• Avoid tobacco use: Tobacco use is linked to various health issues, including breast cancer and even HPV-related disease, the virus that causes most cervical cancer. 
  • Remain physically active and at a healthy weight: These two tips go hand-in-hand. An active lifestyle helps you maintain a healthy weight, which encourages your body to function normally. Having more fat tissues can increase your chances of developing breast cancer, which makes obtaining and maintaining a healthy weight all the more important. A lot of people have barriers to regular exercise like a previous injury, low back pain, or asthma. Any activity outside of their normal day-to-day life is beneficial. It is important to find something that they enjoy doing or look forward to rather than just another chore on life’s never-ending list. If you’re overweight and need tips for weight loss, our medical weight loss professionals can provide guidance. 
  • Breastfeed: There are many benefits to breastfeeding, but did you know breast cancer prevention is one of them? Studies show that breastfeeding can reduce the risk of both breast and ovarian cancer. Other factors like the number of children carried to full term can also decrease your risk of breast cancer development.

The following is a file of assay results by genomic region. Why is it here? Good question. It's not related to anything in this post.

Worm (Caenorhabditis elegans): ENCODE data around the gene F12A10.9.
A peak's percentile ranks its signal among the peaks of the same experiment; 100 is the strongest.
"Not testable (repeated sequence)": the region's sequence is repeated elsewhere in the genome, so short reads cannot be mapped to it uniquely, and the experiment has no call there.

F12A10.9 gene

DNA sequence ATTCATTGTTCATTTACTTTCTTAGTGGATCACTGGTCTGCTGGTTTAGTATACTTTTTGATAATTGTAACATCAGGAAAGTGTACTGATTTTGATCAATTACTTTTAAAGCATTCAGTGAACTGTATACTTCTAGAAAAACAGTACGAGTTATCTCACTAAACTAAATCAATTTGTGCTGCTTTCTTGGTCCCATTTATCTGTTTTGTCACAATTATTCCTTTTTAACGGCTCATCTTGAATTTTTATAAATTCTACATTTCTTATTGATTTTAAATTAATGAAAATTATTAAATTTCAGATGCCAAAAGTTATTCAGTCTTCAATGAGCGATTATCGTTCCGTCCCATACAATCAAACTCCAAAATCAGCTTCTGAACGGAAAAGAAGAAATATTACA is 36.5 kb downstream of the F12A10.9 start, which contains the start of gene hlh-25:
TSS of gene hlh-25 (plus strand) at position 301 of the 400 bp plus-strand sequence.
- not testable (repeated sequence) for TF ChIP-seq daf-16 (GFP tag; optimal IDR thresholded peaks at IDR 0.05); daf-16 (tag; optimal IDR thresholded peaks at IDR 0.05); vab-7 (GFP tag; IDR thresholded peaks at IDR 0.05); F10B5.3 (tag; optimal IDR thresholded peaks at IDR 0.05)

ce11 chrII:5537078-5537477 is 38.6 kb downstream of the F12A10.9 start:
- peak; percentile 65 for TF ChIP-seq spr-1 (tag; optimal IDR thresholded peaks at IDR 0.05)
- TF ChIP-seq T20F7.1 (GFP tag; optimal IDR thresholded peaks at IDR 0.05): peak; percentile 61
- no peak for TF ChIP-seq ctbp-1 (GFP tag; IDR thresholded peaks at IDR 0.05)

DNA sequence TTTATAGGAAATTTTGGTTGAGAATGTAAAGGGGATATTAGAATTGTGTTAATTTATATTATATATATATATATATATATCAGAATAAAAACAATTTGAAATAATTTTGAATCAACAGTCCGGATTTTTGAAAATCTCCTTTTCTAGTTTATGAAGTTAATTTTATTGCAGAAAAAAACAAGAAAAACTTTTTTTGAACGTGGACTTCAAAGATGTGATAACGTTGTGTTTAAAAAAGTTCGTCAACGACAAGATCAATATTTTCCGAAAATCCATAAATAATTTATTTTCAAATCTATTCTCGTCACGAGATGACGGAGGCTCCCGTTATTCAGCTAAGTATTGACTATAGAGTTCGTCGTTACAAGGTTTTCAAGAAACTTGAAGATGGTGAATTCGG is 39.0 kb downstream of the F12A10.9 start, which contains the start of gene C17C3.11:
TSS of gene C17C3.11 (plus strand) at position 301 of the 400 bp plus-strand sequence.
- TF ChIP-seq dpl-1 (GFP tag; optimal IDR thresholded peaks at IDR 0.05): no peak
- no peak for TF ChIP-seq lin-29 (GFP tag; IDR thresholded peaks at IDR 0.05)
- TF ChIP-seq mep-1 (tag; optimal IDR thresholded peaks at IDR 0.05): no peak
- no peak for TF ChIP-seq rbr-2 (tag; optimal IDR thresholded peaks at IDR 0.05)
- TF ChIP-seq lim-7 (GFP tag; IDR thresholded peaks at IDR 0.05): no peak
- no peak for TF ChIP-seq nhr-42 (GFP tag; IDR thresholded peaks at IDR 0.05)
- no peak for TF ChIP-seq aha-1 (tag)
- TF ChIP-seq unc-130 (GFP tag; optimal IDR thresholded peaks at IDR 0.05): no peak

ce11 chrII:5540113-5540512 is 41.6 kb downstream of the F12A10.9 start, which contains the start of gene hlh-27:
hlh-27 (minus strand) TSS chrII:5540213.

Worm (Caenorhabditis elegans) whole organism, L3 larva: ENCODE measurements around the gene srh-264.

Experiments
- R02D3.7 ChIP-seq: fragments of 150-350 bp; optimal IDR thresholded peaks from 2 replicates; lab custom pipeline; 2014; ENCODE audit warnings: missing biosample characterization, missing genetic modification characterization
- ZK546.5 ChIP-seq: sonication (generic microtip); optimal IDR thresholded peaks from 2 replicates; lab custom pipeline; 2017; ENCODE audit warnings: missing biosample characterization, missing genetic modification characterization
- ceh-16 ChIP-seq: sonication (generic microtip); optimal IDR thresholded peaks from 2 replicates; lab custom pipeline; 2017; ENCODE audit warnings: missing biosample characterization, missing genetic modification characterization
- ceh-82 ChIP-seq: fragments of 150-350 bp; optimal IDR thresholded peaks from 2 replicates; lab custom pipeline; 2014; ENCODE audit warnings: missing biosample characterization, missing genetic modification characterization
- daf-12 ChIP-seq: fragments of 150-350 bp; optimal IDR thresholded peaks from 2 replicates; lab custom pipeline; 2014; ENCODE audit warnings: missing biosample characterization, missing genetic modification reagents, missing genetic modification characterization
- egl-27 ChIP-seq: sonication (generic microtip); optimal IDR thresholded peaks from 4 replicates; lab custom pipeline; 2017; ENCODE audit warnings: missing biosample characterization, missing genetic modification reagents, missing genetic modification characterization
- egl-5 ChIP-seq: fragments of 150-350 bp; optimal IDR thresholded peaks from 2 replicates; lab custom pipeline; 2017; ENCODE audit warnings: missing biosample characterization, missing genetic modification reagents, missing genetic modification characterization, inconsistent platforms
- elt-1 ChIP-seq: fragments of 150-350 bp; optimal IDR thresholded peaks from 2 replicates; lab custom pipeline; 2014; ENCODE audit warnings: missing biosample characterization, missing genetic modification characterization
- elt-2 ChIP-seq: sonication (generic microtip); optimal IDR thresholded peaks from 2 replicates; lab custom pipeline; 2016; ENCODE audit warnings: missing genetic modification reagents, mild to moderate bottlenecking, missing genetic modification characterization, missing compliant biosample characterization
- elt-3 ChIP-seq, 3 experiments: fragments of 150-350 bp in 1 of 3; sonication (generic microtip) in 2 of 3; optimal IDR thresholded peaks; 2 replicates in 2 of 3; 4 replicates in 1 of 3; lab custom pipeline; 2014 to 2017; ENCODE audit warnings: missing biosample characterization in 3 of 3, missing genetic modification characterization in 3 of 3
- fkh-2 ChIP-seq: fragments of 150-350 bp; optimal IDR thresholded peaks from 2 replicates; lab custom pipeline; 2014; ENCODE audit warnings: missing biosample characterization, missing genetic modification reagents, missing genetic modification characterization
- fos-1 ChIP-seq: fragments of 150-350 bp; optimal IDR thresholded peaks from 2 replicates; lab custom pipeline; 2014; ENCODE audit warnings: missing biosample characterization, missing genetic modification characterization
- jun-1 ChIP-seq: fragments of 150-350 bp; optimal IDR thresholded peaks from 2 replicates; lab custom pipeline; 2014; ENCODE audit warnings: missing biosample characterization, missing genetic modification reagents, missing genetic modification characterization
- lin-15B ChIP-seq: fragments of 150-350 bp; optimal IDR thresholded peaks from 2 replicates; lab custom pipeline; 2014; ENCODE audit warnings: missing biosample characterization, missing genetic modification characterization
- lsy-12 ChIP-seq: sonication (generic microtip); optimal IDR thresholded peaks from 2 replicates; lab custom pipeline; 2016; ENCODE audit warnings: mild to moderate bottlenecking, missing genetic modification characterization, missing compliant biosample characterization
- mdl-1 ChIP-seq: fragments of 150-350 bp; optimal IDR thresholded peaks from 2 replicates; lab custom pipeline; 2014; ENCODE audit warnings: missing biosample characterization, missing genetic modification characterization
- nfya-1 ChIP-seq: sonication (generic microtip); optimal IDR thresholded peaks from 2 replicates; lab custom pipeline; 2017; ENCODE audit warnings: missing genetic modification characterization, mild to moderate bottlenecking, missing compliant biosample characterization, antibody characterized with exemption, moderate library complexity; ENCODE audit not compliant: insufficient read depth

• Schedule annual checkups: According to Dr. Ashley Alumbaugh, one of our experienced and professional Obstetrics/Gynecology providers at WMMC, women should be seen annually for wellness visits to complete all appropriate screenings and risk assessments. We recommend women over 40-years old schedule annual mammograms. Cervical cancer screening is also an important test that women should start at age 21. Most women don’t need an actual pap smear every year but should have a yearly exam. All sexually active women should consider screening for sexually transmitted infections at least annually.